Self-employment in IT field may not be for everyone

Some IT consultants have found that going out on their own has allowed them to control their own career and make their own decisions. But before IT professionals decide to start their own business, they need to ask themselves a few questions.

IT consultant Dave D’Silva, who started his own Toronto-based consulting business, Intelligent Market Solutions Group Inc., in 1994 said he wanted to be self-employed since he was a teenager.

“I found that I could make more money, create more security and I could learn more by working on behalf of clients,” D’Silva said. “It was a burning desire to create something new.”

Peter Merrick, a Toronto-based certified financial planner who counts a number of self-employed IT consultants as his clients, believes motivation, drive and vision are important.

D’Silva said IT professionals need to ask themselves several questions including: What do they love about IT? Do they have a passion for excellence? Do they have a desire to create? Do they mind not getting a lot of sleep? Do they have integrity?

After the questions are answered satisfactorily, the first step to creating your own business is to secure the largest line of credit possible. Merrick said consultants needs to ensure they can still draw an income regardless of how quickly clients make payments.

“A lot of consultants don’t realize, because they are salaried and have always received a paycheque, maybe your customers don’t pay you as fast as you would like them to,” Merrick said. “You’re not getting a cheque every week, or two weeks, you might get one every month, and you need to be prepared for that.”

“Probably the greatest ability of a self-employed person is the ability to choose who they work with, what projects they’re working on, what skills they’re going to learn, and they’re not like a child having to ask permission,” Merrick said.

As a self-employed IT consultant, Eric Campbell has been able to set his own contract terms, including his work attire. Campbell secured a verbal agreement that allowed him to wear jeans in a workplace where employees were required to wear suits. Campbell incorporated his Toronto-based company Autonomous Collective Corp. in 1997.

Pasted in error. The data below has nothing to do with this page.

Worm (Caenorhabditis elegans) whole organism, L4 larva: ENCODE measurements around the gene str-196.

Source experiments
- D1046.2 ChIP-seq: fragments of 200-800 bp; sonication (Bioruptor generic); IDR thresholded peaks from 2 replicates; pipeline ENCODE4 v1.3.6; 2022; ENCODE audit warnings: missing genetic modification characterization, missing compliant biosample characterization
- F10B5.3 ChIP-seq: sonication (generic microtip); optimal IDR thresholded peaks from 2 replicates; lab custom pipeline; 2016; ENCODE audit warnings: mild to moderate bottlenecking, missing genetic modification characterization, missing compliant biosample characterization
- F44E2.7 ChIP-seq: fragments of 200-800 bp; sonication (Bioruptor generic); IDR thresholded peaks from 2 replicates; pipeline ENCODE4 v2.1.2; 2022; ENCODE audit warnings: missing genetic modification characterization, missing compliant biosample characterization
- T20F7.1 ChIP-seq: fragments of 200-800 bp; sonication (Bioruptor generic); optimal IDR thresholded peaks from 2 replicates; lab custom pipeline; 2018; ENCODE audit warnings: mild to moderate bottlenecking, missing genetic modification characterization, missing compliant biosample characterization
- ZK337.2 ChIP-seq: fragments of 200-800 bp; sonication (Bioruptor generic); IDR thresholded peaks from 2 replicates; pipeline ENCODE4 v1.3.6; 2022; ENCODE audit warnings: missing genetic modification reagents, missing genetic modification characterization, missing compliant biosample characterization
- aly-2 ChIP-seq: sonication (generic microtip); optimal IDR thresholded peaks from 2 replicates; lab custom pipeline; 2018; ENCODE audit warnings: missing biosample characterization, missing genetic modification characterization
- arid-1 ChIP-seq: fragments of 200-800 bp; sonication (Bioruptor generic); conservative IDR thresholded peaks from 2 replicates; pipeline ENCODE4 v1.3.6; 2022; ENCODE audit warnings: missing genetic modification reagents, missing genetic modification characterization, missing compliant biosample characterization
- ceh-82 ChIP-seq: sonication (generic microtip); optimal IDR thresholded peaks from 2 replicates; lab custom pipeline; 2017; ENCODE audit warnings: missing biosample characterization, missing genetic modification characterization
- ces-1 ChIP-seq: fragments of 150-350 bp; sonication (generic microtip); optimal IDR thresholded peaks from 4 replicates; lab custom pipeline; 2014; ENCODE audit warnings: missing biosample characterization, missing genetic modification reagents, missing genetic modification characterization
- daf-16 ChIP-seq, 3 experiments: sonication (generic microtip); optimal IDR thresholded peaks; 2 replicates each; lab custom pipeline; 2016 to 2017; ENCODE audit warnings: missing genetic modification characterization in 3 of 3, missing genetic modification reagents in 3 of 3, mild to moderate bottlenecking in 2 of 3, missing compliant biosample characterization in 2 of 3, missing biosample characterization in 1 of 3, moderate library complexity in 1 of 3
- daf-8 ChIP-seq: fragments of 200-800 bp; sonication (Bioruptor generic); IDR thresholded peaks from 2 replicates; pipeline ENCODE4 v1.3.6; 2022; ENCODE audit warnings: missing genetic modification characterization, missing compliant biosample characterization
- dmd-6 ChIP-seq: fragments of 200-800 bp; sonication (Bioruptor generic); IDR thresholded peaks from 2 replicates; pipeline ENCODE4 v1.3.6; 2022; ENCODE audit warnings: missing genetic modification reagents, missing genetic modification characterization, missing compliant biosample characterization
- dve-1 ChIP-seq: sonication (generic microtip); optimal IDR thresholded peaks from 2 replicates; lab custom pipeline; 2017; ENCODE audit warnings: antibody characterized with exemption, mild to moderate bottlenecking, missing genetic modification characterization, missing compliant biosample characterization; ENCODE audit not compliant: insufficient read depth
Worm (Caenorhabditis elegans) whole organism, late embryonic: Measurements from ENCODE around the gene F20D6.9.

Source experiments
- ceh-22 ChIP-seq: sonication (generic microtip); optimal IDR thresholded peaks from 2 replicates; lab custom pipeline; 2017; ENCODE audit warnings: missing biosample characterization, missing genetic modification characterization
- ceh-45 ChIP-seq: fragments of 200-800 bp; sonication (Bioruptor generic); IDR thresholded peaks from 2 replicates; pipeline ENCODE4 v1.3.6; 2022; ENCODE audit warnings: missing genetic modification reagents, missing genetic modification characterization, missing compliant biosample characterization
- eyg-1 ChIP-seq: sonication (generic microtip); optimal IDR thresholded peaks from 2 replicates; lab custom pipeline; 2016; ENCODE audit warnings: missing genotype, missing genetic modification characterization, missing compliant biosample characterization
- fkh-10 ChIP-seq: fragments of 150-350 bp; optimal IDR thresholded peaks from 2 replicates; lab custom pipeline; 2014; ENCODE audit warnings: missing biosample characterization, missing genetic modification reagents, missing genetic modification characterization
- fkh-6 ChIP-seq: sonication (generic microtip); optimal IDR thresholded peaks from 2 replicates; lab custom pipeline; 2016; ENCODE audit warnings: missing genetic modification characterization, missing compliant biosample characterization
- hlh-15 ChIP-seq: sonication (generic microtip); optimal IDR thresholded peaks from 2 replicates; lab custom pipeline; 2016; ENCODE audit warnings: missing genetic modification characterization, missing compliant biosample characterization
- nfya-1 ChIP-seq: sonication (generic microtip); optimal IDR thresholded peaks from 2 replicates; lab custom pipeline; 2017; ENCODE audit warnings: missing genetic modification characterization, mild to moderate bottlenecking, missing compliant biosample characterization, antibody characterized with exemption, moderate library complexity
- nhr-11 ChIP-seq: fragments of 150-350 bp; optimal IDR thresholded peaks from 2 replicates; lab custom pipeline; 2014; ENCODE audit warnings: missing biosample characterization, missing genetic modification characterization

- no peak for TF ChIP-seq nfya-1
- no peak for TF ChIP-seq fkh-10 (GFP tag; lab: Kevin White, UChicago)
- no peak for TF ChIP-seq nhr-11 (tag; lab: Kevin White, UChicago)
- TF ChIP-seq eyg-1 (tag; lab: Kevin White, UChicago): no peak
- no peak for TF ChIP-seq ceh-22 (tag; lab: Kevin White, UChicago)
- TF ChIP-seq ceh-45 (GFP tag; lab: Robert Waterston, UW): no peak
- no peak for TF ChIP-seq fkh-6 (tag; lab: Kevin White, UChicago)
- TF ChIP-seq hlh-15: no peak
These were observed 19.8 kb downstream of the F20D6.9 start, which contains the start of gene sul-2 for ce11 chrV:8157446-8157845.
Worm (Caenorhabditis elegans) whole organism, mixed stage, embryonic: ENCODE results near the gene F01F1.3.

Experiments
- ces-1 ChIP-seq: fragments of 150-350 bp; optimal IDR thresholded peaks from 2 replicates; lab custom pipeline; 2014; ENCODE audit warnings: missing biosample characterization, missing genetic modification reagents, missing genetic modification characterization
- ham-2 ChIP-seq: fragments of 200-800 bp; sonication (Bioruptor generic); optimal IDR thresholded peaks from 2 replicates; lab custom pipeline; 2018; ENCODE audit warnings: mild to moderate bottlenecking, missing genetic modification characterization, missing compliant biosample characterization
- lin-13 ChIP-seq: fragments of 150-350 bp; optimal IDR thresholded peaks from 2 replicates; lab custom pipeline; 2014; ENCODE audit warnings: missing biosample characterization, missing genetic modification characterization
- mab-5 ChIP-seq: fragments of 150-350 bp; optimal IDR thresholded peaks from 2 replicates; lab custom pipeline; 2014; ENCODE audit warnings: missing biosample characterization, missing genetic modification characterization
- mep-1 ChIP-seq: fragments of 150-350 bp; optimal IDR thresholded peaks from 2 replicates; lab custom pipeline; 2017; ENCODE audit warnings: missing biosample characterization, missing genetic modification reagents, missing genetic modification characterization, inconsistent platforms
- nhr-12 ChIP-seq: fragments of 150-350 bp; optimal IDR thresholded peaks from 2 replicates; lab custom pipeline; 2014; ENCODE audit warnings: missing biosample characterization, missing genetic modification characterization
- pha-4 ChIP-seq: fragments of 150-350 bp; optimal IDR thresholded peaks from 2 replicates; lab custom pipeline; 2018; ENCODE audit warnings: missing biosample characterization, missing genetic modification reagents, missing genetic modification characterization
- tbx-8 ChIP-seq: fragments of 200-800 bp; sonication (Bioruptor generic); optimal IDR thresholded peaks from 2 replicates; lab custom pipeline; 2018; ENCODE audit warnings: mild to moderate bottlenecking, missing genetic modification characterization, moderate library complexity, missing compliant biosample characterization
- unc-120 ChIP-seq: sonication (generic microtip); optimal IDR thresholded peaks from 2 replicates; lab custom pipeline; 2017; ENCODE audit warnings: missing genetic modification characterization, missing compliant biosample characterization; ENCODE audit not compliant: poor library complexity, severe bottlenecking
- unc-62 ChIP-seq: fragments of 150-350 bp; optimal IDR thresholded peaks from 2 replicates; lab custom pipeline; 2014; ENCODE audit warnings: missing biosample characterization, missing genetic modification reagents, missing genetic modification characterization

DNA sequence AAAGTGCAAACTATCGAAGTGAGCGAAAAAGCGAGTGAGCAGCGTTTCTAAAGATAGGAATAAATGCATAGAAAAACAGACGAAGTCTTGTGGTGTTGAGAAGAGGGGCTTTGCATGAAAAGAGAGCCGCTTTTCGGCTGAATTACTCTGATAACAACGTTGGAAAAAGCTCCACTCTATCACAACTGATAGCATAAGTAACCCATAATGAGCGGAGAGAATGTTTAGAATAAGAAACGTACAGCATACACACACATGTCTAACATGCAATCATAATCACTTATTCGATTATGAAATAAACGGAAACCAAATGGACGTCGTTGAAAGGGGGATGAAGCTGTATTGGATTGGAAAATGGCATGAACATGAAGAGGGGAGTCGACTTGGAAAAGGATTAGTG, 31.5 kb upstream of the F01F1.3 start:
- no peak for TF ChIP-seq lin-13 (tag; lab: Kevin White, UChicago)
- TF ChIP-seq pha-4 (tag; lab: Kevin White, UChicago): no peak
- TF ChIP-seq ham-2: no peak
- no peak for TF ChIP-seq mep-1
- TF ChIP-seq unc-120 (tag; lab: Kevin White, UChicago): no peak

Merrick advises IT consultants to participate in networking seminars to better understand the entire IT field. D’Silva agrees and recommends seeking out other entrepreneurs as mentors. Campbell said consultants need contacts, as word of mouth is important to securing contracts.

In order to secure their future, consultants need to ensure their earning power with disability insurance coverage to guard against an unforeseen injury or illness, Merrick said.

“You really have to think beyond just working every day when you’re working for yourself,” Campbell said.

Merrick recommends consultants seek out work with a job placement firm in the beginning, to help them match the their expertise with the appropriate job.

He also suggests incorporating the company to take advantage of income splitting and liability protection.

“If you plan to make a lot of money and not spend it all, it’s a great way to defer income, and keep your money in the company. But if you take money out and something goes wrong then they (people suing) are only going to go after your corporation and not after you personally. It’s a way to protect yourself,” he said.

However, incorporating does introduce complications such as having to fill out two tax returns – one for yourself and one for your business.

D’Silva found the incorporation process to be quite easy. He filled out the necessary forms, conducted a name search and paid the appropriate fees without the assistance of a lawyer.

Consultants also need to acquire a goods and services tax number. Businesses are required to pay GST to the federal government if their sales exceed $40,000.

D’Silva said he wouldn’t hesitate to hire an accountant, if he wasn’t lucky enough to have family members who take care of the bookkeeping.

“You have to decide whether you are spending your time making money or not making money,” D’Silva said. “So get other people to take care of the non-money-making issues.”